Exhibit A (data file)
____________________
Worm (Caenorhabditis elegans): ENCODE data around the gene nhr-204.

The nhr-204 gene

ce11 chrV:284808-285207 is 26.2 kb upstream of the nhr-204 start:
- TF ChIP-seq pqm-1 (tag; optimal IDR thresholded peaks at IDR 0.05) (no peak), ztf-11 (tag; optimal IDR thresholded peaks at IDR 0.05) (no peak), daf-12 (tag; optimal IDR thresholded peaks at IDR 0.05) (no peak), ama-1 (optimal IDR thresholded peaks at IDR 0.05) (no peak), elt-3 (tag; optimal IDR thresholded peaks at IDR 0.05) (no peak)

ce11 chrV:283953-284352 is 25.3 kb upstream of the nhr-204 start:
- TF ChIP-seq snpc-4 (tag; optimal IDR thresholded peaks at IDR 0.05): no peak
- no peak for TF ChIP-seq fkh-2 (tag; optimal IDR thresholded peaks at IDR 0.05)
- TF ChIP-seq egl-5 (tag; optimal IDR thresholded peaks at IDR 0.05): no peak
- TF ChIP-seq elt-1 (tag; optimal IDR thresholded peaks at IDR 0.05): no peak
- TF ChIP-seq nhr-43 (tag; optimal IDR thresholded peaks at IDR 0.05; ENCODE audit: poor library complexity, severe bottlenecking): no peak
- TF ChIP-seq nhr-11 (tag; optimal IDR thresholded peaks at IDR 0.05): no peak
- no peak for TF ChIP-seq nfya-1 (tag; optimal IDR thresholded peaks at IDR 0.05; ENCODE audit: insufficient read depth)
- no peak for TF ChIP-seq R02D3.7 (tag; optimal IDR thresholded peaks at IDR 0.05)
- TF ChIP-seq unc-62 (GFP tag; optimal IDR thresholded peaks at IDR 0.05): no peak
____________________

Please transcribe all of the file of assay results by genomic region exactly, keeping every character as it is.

Worm (Caenorhabditis elegans): ENCODE data around the gene nhr-204.

The nhr-204 gene

ce11 chrV:284808-285207 is 26.2 kb upstream of the nhr-204 start:
- TF ChIP-seq pqm-1 (tag; optimal IDR thresholded peaks at IDR 0.05) (no peak), ztf-11 (tag; optimal IDR thresholded peaks at IDR 0.05) (no peak), daf-12 (tag; optimal IDR thresholded peaks at IDR 0.05) (no peak), ama-1 (optimal IDR thresholded peaks at IDR 0.05) (no peak), elt-3 (tag; optimal IDR thresholded peaks at IDR 0.05) (no peak)

ce11 chrV:283953-284352 is 25.3 kb upstream of the nhr-204 start:
- TF ChIP-seq snpc-4 (tag; optimal IDR thresholded peaks at IDR 0.05): no peak
- no peak for TF ChIP-seq fkh-2 (tag; optimal IDR thresholded peaks at IDR 0.05)
- TF ChIP-seq egl-5 (tag; optimal IDR thresholded peaks at IDR 0.05): no peak
- TF ChIP-seq elt-1 (tag; optimal IDR thresholded peaks at IDR 0.05): no peak
- TF ChIP-seq nhr-43 (tag; optimal IDR thresholded peaks at IDR 0.05; ENCODE audit: poor library complexity, severe bottlenecking): no peak
- TF ChIP-seq nhr-11 (tag; optimal IDR thresholded peaks at IDR 0.05): no peak
- no peak for TF ChIP-seq nfya-1 (tag; optimal IDR thresholded peaks at IDR 0.05; ENCODE audit: insufficient read depth)
- no peak for TF ChIP-seq R02D3.7 (tag; optimal IDR thresholded peaks at IDR 0.05)
- TF ChIP-seq unc-62 (GFP tag; optimal IDR thresholded peaks at IDR 0.05): no peak